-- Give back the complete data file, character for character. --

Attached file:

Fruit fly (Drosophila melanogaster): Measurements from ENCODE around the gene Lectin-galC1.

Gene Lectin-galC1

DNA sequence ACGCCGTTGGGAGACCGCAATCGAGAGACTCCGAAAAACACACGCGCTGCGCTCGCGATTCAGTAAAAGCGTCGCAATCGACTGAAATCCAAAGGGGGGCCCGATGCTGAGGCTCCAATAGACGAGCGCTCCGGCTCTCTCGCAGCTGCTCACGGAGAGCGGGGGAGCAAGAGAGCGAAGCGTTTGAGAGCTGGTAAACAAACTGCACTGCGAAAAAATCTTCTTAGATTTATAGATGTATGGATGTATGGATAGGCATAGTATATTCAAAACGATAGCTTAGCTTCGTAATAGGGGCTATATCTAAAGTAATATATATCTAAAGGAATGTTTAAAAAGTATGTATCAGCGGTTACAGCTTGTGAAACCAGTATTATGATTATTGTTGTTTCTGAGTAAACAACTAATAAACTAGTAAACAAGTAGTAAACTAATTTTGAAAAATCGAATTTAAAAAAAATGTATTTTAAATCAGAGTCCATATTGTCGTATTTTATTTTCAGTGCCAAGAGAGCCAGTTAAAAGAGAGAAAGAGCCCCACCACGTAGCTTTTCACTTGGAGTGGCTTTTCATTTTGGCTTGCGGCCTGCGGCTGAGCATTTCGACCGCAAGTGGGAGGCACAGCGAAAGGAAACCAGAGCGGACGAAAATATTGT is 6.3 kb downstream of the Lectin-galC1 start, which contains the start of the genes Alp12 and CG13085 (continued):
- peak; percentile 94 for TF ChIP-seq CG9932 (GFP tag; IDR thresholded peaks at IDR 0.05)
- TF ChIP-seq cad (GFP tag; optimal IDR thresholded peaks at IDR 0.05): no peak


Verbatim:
Fruit fly (Drosophila melanogaster): Measurements from ENCODE around the gene Lectin-galC1.

Gene Lectin-galC1

DNA sequence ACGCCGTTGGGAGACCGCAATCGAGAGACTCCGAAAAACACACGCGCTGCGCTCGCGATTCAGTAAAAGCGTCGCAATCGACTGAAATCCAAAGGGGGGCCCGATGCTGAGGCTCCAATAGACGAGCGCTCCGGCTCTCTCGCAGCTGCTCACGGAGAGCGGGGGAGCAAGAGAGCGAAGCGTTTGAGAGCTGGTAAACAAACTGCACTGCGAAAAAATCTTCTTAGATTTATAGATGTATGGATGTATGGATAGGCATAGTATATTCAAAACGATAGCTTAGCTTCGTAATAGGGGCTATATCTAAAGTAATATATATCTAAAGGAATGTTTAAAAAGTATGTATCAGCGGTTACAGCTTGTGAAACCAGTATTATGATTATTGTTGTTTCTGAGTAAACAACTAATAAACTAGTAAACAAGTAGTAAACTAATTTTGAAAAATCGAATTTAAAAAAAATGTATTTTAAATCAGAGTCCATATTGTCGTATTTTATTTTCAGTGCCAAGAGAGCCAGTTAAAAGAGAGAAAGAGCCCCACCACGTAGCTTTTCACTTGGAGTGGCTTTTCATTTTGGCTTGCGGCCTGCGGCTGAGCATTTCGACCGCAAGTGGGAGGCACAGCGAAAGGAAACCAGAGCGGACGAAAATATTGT is 6.3 kb downstream of the Lectin-galC1 start, which contains the start of the genes Alp12 and CG13085 (continued):
- peak; percentile 94 for TF ChIP-seq CG9932 (GFP tag; IDR thresholded peaks at IDR 0.05)
- TF ChIP-seq cad (GFP tag; optimal IDR thresholded peaks at IDR 0.05): no peak